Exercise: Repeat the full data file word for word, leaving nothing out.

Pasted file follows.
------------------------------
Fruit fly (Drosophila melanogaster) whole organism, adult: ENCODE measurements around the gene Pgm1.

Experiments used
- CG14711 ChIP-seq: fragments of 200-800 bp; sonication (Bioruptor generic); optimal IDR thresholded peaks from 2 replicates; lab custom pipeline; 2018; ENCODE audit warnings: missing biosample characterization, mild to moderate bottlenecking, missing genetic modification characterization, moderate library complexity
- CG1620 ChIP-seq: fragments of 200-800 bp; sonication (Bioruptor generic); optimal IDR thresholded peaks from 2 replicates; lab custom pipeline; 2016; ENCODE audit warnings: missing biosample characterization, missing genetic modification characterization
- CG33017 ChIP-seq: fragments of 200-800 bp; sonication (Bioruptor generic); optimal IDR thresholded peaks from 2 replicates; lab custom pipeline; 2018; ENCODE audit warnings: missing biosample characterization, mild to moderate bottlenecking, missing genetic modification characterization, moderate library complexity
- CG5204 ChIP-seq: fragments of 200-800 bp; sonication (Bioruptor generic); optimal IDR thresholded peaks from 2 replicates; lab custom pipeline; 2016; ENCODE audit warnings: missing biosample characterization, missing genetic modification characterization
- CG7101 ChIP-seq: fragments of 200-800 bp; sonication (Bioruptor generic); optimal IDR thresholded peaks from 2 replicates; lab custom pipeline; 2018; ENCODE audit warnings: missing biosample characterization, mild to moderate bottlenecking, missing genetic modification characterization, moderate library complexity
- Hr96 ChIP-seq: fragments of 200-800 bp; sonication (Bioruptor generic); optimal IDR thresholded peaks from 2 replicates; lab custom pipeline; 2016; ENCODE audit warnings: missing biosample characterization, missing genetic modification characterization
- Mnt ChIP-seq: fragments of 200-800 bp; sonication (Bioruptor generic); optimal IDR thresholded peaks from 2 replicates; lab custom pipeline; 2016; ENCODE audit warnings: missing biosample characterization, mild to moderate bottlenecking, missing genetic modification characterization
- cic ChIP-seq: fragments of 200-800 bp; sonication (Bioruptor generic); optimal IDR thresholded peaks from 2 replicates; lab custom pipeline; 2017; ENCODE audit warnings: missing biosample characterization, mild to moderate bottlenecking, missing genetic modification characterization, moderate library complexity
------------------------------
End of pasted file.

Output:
Fruit fly (Drosophila melanogaster) whole organism, adult: ENCODE measurements around the gene Pgm1.

Experiments used
- CG14711 ChIP-seq: fragments of 200-800 bp; sonication (Bioruptor generic); optimal IDR thresholded peaks from 2 replicates; lab custom pipeline; 2018; ENCODE audit warnings: missing biosample characterization, mild to moderate bottlenecking, missing genetic modification characterization, moderate library complexity
- CG1620 ChIP-seq: fragments of 200-800 bp; sonication (Bioruptor generic); optimal IDR thresholded peaks from 2 replicates; lab custom pipeline; 2016; ENCODE audit warnings: missing biosample characterization, missing genetic modification characterization
- CG33017 ChIP-seq: fragments of 200-800 bp; sonication (Bioruptor generic); optimal IDR thresholded peaks from 2 replicates; lab custom pipeline; 2018; ENCODE audit warnings: missing biosample characterization, mild to moderate bottlenecking, missing genetic modification characterization, moderate library complexity
- CG5204 ChIP-seq: fragments of 200-800 bp; sonication (Bioruptor generic); optimal IDR thresholded peaks from 2 replicates; lab custom pipeline; 2016; ENCODE audit warnings: missing biosample characterization, missing genetic modification characterization
- CG7101 ChIP-seq: fragments of 200-800 bp; sonication (Bioruptor generic); optimal IDR thresholded peaks from 2 replicates; lab custom pipeline; 2018; ENCODE audit warnings: missing biosample characterization, mild to moderate bottlenecking, missing genetic modification characterization, moderate library complexity
- Hr96 ChIP-seq: fragments of 200-800 bp; sonication (Bioruptor generic); optimal IDR thresholded peaks from 2 replicates; lab custom pipeline; 2016; ENCODE audit warnings: missing biosample characterization, missing genetic modification characterization
- Mnt ChIP-seq: fragments of 200-800 bp; sonication (Bioruptor generic); optimal IDR thresholded peaks from 2 replicates; lab custom pipeline; 2016; ENCODE audit warnings: missing biosample characterization, mild to moderate bottlenecking, missing genetic modification characterization
- cic ChIP-seq: fragments of 200-800 bp; sonication (Bioruptor generic); optimal IDR thresholded peaks from 2 replicates; lab custom pipeline; 2017; ENCODE audit warnings: missing biosample characterization, mild to moderate bottlenecking, missing genetic modification characterization, moderate library complexity